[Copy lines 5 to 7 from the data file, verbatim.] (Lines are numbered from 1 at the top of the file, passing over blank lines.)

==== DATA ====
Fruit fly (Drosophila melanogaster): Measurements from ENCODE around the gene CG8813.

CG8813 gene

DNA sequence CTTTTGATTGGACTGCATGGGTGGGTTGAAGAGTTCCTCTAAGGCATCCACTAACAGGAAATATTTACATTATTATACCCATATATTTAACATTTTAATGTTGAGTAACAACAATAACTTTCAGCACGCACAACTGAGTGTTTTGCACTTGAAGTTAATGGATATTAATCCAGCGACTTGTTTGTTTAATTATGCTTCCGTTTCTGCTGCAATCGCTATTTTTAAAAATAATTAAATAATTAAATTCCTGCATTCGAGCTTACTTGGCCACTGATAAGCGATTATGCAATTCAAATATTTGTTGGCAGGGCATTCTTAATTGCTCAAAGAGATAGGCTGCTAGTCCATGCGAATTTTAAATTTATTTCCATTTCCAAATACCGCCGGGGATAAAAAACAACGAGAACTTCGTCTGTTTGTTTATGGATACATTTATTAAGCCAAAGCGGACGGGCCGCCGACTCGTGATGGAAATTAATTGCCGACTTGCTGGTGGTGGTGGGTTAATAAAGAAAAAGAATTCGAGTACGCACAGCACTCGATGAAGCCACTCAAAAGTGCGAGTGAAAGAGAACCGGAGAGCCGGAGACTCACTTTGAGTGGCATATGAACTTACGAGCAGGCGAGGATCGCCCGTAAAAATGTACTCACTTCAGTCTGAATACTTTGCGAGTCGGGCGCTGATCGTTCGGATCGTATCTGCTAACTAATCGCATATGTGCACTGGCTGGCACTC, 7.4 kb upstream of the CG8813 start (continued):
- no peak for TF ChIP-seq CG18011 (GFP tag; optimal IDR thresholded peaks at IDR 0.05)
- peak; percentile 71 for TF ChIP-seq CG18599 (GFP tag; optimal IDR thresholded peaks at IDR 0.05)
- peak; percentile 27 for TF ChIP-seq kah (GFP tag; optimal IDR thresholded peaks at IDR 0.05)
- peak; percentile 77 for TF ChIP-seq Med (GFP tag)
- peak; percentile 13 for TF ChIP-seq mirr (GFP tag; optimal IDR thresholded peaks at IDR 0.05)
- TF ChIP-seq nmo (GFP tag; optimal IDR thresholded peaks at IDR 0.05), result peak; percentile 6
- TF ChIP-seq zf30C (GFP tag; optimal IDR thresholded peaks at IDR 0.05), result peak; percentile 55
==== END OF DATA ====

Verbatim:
- peak; percentile 71 for TF ChIP-seq CG18599 (GFP tag; optimal IDR thresholded peaks at IDR 0.05)
- peak; percentile 27 for TF ChIP-seq kah (GFP tag; optimal IDR thresholded peaks at IDR 0.05)
- peak; percentile 77 for TF ChIP-seq Med (GFP tag)